This article is supplied by the Skills Funding Agency.
Apprenticeships are becoming an increasingly popular option for businesses, and it is easy to see why. They enable organisations to grow their workforce, providing highly qualified and motivated employees.
A primary reason for employers employing an apprentice is a need to improve their skills base and boost their long-term business development potential.
Apprenticeships deliver real returns for businesses and the economy by boosting employee engagement and, consequently, productivity and competitiveness.
The majority (96%) of employers that take on an apprentice report benefits to their business, according to the Department for Business, Innovation and Skills’ report, Evaluation of apprenticeships for employers research, published in 2012.
The research found that almost three-quarters (72%) of employers experienced improved productivity as a result of employing an apprentice, with the average apprentice increasing business productivity by £214 per week, resulting in increased profits, lower prices and better products for their organisation.
There are three levels of apprenticeships: intermediate, which is equivalent to five A*–C GCSEs; advanced, which is equivalent to two A-Levels; and higher, which is equivalent to a foundation degree or a bachelor’s degree, and a master’s degree level in some sectors.
Higher apprenticeships enable apprentices to develop the knowledge and competence required to perform effectively in a specific management or professional role.
Employers could also consider offering traineeships, which give young people aged 16 to 24 the essential work preparation training, maths and English skills and work experience needed to get an apprenticeship or other job. Developed in response to business needs, traineeships give employers an opportunity to help build a pool of high-quality, engaged recruits for their sector for the future.
Funding support is available
Some employers may be eligible for a £1,500 apprenticeship grant to help smaller businesses recruit a new apprentice aged 16 to 24. Organisations working with an approved government-funded training organisation can receive up to five grants in total for apprenticeship starts (up to December 2015). The grants do not have to be repaid.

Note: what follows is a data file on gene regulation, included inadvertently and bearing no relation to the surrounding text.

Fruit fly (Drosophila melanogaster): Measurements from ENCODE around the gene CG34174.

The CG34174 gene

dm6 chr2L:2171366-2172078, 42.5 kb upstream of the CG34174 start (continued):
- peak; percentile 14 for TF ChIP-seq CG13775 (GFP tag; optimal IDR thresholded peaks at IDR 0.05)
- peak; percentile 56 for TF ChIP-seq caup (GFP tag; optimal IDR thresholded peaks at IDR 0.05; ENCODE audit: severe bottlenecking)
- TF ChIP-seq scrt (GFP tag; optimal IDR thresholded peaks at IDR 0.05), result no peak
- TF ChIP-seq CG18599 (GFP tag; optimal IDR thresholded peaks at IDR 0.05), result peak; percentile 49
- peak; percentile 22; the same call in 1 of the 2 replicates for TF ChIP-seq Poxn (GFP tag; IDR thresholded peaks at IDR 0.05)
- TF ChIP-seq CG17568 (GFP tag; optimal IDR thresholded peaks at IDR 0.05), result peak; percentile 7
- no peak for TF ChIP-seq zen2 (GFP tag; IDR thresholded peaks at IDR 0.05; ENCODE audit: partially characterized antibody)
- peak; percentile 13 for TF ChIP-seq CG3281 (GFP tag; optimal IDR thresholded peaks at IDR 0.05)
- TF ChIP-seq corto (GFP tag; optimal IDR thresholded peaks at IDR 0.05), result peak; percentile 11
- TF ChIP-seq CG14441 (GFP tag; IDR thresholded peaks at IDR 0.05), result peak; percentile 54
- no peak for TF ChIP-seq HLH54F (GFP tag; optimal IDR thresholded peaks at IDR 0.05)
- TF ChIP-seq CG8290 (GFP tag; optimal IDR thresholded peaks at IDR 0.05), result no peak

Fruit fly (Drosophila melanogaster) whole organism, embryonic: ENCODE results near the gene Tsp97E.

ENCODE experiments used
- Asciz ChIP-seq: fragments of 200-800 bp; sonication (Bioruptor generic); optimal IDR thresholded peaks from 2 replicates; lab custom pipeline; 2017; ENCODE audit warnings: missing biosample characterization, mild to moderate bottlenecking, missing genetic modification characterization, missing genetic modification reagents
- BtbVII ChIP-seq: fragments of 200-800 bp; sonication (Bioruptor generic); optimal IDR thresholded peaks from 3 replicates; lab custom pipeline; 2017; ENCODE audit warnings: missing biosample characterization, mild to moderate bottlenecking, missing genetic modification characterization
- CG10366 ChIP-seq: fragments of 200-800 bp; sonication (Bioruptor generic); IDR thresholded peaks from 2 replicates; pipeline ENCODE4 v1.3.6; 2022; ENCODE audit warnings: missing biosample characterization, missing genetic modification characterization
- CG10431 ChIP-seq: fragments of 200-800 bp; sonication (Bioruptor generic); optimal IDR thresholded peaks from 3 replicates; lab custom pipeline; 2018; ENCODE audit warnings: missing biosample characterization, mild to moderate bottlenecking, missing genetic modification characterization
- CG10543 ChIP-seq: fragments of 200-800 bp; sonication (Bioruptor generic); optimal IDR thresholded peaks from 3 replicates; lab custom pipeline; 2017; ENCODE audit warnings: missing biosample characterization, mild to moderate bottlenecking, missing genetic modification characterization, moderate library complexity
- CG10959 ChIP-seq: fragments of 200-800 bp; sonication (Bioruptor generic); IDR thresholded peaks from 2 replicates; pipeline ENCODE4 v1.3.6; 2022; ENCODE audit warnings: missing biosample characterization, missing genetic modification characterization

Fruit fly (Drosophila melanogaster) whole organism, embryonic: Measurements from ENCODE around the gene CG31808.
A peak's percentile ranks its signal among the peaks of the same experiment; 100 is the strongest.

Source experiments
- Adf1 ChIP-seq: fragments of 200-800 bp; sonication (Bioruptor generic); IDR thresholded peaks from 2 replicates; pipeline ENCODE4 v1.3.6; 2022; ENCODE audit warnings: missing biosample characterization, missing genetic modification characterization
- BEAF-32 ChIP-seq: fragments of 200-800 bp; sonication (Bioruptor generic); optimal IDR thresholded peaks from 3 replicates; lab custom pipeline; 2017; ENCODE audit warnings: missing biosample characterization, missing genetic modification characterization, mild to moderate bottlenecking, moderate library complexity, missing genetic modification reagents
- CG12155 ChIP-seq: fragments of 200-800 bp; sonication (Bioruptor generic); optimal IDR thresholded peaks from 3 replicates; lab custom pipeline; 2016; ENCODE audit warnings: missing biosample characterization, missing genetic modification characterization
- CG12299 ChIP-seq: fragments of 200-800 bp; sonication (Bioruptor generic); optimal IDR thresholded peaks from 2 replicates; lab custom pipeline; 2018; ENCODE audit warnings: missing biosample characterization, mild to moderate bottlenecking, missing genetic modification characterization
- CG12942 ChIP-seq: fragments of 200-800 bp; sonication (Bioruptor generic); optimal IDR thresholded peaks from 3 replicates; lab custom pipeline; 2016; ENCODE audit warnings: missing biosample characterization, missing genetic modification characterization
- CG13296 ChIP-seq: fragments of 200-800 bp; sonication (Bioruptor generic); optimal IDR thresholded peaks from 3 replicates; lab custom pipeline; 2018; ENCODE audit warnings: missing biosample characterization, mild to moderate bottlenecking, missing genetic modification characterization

More than 100,000 employers in England currently offer apprenticeships in 200,000 locations, covering more than 170 industries and 1,500 different job roles, but many employers have yet to take advantage of what is essentially a highly cost-effective tool with which to attract, retain and engage employees.
Where to start
Any employer thinking of taking on an apprentice or expanding its current programme can be assured that help is at hand during the process of employing an apprentice. We offer all employers dedicated support and funding and co-ordinate the delivery of apprenticeships throughout England.
We offer free, impartial advice and support to employers looking to recruit an apprentice for the first time, as well as to organisations that wish to expand their current apprenticeship programme.
And Find an Apprenticeship, the apprenticeship vacancies job site, enables employers to advertise their apprenticeships free to a large number of potential candidates. This not only saves money, but is also a convenient way to manage the recruitment process in one place.
Training organisations work with employers to place vacancies, manage the process and help select candidates. The site, which has more than 500,000 users, enables employers to find the perfect match for their vacancies. At any one time, there are up to 25,000 apprenticeships available on the site.
Apprentice employers report real business benefits, which is why employers should consider how employing an apprentice can help them grow.
Sue Husband is director of the National Apprenticeship Service